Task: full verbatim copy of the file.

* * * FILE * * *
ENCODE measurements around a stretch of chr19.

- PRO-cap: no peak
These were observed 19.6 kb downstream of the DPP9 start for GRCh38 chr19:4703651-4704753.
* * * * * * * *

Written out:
ENCODE measurements around a stretch of chr19.

- PRO-cap: no peak
These were observed 19.6 kb downstream of the DPP9 start for GRCh38 chr19:4703651-4704753.